Climate change is caused by both natural and external forces, the latter including both human—greenhouse gases—and non-human causes such as changes in the Earth’s orbit around the Sun, solar activity, and volcanic emissions. Science is increasingly pointing to human activities as the reason that global warming is accelerating.
The greenhouse gas theory started in the 19th century when the Swedish chemist and 1903 Nobel Laureate, Svante Arrhenius, determined that increases in greenhouse gas concentration would lead to higher global mean temperatures, while decreases would lead to colder global mean temperatures. His finding was a result of his research on ice ages, and was largely rejected by his peers at the time. A colleague of Arrhenius, Arvid Högbom, was one of the first scientists to study the carbon cycle. Arrhenius used his data to base his assessment that in 1890, emission and absorption of CO2 in the atmosphere were roughly in balance, and that burning fossil fuels would not cause problems. However, this was based solely on the use of coal, not on the use of fossil fuels in the automobile and other industries.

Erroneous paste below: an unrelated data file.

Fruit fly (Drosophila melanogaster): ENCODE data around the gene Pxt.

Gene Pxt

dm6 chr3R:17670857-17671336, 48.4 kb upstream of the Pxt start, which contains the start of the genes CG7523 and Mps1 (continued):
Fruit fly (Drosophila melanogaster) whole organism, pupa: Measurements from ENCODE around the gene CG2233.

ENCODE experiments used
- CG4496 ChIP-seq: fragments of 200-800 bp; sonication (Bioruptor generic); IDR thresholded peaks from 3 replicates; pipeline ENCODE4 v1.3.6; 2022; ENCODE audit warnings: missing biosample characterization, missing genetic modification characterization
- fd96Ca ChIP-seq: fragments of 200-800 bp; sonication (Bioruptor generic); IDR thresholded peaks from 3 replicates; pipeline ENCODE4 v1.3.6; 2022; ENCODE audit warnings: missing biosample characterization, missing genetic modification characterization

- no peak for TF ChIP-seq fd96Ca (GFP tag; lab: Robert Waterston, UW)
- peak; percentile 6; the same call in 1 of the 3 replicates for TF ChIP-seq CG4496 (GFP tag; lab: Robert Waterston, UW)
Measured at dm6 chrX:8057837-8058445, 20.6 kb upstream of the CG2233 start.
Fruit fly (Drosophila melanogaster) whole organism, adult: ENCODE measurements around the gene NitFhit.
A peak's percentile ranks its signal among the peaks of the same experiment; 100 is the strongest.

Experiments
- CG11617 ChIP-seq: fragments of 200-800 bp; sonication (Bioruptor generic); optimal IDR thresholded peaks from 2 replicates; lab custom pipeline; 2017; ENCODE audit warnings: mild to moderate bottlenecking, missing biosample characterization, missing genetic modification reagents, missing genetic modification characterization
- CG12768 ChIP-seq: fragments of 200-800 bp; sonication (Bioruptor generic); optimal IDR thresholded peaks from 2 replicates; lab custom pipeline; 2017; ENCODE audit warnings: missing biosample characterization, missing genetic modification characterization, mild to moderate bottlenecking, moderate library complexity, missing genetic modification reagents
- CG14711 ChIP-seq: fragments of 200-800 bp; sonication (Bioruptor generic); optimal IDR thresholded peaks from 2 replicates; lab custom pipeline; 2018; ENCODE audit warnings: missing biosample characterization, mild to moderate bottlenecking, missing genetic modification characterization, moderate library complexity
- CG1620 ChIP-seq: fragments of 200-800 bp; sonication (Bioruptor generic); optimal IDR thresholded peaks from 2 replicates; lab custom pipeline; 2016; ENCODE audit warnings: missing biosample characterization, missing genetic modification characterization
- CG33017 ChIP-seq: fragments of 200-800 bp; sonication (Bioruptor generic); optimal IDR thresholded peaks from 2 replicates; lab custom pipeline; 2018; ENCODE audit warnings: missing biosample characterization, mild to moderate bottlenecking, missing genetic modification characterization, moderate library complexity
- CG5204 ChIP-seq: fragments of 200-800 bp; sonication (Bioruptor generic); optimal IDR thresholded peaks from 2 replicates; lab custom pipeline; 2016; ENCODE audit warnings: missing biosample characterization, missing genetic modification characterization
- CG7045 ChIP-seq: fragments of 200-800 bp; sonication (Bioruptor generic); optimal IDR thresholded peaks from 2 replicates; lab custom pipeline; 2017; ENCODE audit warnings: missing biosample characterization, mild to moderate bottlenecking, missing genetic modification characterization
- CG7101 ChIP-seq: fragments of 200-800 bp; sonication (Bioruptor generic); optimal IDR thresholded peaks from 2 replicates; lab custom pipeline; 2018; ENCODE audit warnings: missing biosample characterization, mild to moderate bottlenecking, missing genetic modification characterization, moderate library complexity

Opponents to the global warming theory postulate that water vapor and clouds will cancel out warming effect of CO2emissions. However, the warming trends over the past few decades are increasingly negating the cancellation hypothesis. Furthermore, sophisticated computer models of the climate, validated by the scientific community in demonstrating accurate simulations of known climate variations such as El Niño events, have predicted that adding CO2 to the atmosphere will create a warmer climate in the future. The degree to which this warming will occur varies by model, however, and opponents of the global warming theory point out variables that models are not equipped to factor, such as changes in vegetation and cloud cover.